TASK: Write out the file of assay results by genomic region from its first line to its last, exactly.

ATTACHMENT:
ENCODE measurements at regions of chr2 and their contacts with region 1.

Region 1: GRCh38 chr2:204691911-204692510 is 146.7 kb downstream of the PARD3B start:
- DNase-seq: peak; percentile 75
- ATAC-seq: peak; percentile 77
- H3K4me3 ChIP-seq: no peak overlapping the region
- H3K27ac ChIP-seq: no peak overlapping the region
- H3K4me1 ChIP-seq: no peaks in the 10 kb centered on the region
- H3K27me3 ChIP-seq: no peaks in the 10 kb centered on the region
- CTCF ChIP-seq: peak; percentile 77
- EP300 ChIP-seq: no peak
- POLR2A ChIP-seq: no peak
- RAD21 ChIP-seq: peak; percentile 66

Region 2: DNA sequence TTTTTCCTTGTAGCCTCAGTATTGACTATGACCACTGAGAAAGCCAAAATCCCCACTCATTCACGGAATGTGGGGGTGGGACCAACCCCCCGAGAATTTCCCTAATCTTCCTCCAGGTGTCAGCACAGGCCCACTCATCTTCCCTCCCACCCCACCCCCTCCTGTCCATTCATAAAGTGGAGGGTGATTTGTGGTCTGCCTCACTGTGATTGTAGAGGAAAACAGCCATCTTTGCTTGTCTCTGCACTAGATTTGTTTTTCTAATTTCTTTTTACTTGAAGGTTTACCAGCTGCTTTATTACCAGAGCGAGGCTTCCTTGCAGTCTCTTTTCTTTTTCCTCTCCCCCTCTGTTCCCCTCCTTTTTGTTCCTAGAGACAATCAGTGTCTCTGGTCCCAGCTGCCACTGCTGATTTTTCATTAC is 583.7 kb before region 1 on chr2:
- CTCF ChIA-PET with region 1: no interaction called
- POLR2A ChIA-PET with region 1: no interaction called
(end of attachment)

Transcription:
ENCODE measurements at regions of chr2 and their contacts with region 1.

Region 1: GRCh38 chr2:204691911-204692510 is 146.7 kb downstream of the PARD3B start:
- DNase-seq: peak; percentile 75
- ATAC-seq: peak; percentile 77
- H3K4me3 ChIP-seq: no peak overlapping the region
- H3K27ac ChIP-seq: no peak overlapping the region
- H3K4me1 ChIP-seq: no peaks in the 10 kb centered on the region
- H3K27me3 ChIP-seq: no peaks in the 10 kb centered on the region
- CTCF ChIP-seq: peak; percentile 77
- EP300 ChIP-seq: no peak
- POLR2A ChIP-seq: no peak
- RAD21 ChIP-seq: peak; percentile 66

Region 2: DNA sequence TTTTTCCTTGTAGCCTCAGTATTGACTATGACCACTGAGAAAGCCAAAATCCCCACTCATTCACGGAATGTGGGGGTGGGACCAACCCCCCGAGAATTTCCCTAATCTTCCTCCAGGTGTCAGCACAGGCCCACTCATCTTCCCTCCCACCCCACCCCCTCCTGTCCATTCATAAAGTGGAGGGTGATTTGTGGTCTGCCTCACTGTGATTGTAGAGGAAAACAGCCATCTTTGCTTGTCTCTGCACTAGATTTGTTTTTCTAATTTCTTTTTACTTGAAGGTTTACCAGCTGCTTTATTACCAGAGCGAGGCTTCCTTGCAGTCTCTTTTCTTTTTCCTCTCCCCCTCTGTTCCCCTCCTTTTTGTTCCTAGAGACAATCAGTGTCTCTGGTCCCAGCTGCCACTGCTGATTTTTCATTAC is 583.7 kb before region 1 on chr2:
- CTCF ChIA-PET with region 1: no interaction called
- POLR2A ChIA-PET with region 1: no interaction called